Hamas fired dozens of rockets into southern Israel on Thursday, killing three people, and Israel launched numerous air strikes across the Gaza Strip, threatening a wider offensive to halt repeated Palestinian salvos.

Israeli police said the three died when a Palestinian rocket hit a four-story building in the town of Kiryat Malachi, some 25 kilometres north of Gaza. They were the first Israeli fatalities of the latest conflict to hit the coastal region.

“The murderous attack, we saw on Israel this morning is unfortunately another aberration. We’ve seen over the previous months consistent rocket attacks from Gaza into Israel, Hamas and its terrorist allies targeting our civilian population, with rockets, with missiles on an ongoing basis. What we are trying to do now in Gaza is to hit the Hamas military machine in order to safeguard and protect our people. No country would allow the continuous bombardment of its civilians in this manner,” said Israeli government spokesperson Mark Regev.

Israel on Wednesday assassinated Hamas’s military mastermind and shelled the enclave from the land, sea and air, killing 13 people, including five militants, three children and a pregnant woman. More than 100 were wounded.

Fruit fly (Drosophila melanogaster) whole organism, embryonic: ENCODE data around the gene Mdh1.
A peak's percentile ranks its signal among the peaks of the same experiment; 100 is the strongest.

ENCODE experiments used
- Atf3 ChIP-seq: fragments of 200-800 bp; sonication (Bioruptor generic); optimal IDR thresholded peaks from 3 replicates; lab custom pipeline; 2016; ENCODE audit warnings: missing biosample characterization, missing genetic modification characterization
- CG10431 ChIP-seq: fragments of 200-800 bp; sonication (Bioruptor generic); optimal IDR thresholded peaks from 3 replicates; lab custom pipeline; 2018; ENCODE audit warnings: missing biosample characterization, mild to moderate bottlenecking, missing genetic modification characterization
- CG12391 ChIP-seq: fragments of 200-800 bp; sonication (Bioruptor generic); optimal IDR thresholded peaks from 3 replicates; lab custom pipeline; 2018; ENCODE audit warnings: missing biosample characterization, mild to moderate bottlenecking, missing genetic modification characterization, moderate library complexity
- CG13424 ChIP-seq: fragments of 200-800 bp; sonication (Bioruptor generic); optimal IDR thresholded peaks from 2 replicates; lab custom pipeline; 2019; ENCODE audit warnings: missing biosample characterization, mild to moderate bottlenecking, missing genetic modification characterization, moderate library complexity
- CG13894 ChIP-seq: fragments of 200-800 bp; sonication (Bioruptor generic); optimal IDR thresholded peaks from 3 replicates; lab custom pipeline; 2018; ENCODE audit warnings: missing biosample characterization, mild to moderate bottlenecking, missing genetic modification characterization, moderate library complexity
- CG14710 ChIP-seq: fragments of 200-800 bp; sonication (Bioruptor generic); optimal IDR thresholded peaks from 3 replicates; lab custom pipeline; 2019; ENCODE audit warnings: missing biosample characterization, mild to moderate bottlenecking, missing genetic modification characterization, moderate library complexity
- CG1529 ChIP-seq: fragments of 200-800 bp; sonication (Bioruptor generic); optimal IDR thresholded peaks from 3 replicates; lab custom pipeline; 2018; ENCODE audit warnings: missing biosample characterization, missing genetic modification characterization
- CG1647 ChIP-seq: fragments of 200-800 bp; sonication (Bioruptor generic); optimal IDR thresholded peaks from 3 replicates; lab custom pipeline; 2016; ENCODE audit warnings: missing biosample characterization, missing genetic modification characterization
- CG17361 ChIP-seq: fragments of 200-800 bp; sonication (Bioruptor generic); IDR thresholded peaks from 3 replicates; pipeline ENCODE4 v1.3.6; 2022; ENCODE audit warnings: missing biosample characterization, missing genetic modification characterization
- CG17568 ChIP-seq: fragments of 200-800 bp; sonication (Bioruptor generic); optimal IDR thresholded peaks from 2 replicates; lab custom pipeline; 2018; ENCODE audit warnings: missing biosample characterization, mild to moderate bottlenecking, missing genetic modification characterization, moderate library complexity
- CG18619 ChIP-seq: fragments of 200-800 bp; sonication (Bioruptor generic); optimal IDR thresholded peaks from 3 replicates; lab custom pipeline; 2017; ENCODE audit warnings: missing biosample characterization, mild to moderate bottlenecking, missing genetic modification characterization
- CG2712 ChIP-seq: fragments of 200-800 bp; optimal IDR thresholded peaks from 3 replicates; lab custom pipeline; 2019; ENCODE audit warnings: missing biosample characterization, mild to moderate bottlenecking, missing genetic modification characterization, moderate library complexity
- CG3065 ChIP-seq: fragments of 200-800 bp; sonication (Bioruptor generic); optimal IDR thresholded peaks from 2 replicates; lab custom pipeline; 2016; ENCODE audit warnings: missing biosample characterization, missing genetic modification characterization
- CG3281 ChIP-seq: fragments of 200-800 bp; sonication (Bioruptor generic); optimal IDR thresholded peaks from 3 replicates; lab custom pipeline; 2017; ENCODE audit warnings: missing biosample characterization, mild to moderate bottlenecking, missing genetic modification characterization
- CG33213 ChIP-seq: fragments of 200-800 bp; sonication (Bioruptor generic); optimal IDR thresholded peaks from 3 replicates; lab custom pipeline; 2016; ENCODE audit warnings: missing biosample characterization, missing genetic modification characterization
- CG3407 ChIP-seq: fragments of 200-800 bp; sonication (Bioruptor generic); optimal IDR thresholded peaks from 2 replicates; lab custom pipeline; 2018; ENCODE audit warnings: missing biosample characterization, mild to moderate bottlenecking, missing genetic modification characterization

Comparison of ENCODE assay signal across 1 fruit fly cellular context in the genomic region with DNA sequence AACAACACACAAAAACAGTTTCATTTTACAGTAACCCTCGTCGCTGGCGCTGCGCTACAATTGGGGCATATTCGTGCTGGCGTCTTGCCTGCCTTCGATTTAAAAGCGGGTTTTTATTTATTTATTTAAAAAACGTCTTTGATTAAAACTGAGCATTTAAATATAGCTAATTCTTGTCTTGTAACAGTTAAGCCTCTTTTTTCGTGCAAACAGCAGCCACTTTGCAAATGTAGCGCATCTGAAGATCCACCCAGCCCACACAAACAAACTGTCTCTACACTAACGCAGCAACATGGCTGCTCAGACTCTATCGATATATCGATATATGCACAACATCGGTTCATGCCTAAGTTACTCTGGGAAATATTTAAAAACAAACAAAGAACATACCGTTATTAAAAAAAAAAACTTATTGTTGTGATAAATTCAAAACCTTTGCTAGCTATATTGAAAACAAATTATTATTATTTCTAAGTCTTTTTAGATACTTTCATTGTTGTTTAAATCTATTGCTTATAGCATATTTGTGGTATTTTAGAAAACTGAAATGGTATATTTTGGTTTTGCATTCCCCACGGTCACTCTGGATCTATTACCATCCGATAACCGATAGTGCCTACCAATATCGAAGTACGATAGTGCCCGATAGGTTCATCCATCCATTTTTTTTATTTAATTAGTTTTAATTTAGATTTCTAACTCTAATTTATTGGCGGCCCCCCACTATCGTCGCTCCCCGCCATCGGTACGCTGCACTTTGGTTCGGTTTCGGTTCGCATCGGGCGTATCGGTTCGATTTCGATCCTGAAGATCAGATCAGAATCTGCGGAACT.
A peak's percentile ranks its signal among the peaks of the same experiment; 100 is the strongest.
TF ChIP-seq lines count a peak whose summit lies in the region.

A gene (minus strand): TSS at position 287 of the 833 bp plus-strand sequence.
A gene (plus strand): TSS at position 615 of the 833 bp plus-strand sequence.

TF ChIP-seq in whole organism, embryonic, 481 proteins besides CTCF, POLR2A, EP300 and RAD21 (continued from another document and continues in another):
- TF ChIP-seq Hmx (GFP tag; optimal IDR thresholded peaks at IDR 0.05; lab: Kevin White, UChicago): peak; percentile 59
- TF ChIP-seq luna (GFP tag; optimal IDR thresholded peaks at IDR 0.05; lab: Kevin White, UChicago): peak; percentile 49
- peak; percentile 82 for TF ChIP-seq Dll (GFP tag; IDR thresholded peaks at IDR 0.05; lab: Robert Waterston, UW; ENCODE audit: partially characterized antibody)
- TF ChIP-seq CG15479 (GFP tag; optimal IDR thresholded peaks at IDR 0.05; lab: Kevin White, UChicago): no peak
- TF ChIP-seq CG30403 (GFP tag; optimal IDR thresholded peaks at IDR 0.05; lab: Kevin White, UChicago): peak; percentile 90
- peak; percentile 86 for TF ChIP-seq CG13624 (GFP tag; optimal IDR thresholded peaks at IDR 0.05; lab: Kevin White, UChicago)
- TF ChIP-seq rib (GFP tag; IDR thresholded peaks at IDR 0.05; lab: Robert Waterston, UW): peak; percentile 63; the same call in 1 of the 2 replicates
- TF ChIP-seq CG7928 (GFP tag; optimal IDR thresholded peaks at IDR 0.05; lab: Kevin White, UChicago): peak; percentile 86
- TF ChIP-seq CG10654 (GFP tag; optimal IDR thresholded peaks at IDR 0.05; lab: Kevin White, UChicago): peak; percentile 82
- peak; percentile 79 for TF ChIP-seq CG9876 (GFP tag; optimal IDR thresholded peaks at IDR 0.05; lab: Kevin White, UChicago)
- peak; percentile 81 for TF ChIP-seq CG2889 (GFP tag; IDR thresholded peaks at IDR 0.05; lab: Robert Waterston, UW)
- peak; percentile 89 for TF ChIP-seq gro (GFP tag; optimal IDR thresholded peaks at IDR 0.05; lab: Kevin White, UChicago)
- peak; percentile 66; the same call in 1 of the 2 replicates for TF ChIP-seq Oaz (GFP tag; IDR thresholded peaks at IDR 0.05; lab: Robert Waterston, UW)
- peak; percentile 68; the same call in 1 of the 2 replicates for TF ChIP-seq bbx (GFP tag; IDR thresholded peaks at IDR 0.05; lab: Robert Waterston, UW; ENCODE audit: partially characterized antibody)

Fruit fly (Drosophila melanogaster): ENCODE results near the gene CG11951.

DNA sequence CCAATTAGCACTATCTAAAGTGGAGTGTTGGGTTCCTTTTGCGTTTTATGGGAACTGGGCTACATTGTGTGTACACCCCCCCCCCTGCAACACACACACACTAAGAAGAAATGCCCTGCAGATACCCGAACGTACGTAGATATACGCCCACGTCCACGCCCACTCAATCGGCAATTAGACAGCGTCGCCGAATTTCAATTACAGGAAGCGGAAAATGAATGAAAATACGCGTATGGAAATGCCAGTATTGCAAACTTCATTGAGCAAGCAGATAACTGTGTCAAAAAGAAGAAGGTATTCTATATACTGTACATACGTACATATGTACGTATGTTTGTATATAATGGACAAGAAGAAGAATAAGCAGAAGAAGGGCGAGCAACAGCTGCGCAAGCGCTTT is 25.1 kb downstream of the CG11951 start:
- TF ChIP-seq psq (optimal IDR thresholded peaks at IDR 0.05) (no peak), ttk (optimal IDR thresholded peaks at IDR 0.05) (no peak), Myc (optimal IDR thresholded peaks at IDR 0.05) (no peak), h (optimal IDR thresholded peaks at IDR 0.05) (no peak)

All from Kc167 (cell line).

The UN Security Council held an emergency meeting late on Wednesday to discuss the Israeli assault. It called for a halt to the violence, but took no action.

Expecting days or more of fighting, Israel warned Hamas that all its men were in its sights and dropped leaflets in Gaza telling residents to keep their distance from militants and Hamas facilities.

Israel weathered censure from influential Arab powers Egypt and Qatar. The United States condemned Hamas, shunned by the West as an obstacle to peace for its refusal to renounce violence and recognize Israel.

Hamas has said the killing of its top commander, Ahmed Al-Jaabari, would “open the gates of hell” for Israel. It also appealed to neighbouring Egypt to halt the “barbaric” assault.

Israeli Prime Minister Benjamin Netanyahu, whom opinion polls favour for victory in a Jan. 22 general election, said on Wednesday the Gaza operation could be stepped up.

His cabinet has granted authorization for the mobilization of military reserves if required to press the offensive, dubbed “Pillar of Defence” in English and “Pillar of Cloud” in Hebrew after the Israelites’ divine sign of deliverance in Exodus.

The assault came after a week of surging cross-border violence and defied hopes that Egypt had brokered a truce.

Within hours of a missile destroying Jaabari’s car, militants fired a slew of rockets against the Jewish state’s desert south.

Israel’s military reported that its Iron Dome interceptor had shot down more than 30 of the missiles.

Israel said it had destroyed much of Gaza’s longer-range rocket stockpiles.

Egypt, whose new Islamist-rooted government pledged to honour the 1979 peace treaty with Israel, condemned the new Israeli raids as a threat to regional security. It recalled its ambassador from Israel and called for an emergency session of the UN Security Council.